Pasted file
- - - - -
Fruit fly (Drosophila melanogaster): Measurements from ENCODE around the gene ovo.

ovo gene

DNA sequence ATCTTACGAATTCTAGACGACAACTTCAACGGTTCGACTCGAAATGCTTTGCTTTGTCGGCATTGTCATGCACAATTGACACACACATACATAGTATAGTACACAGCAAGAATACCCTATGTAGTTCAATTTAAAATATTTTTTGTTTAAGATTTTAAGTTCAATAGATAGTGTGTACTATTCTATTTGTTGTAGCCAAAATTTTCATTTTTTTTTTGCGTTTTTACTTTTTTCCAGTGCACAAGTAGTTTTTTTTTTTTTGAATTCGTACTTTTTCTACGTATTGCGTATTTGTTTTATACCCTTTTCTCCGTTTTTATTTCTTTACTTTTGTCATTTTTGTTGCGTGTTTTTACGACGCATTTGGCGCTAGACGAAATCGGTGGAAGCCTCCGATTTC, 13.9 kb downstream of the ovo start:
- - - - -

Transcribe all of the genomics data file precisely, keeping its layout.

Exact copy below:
Fruit fly (Drosophila melanogaster): Measurements from ENCODE around the gene ovo.

ovo gene

DNA sequence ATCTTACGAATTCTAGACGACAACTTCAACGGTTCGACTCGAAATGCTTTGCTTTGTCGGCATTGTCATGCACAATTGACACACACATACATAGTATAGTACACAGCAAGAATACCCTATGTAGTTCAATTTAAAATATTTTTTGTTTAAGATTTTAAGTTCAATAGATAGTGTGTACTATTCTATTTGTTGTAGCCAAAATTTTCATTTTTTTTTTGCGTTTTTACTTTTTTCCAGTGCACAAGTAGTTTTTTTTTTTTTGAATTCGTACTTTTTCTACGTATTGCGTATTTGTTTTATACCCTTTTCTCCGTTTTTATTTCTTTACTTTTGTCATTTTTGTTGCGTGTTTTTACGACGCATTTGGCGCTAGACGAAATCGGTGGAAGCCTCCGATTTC, 13.9 kb downstream of the ovo start: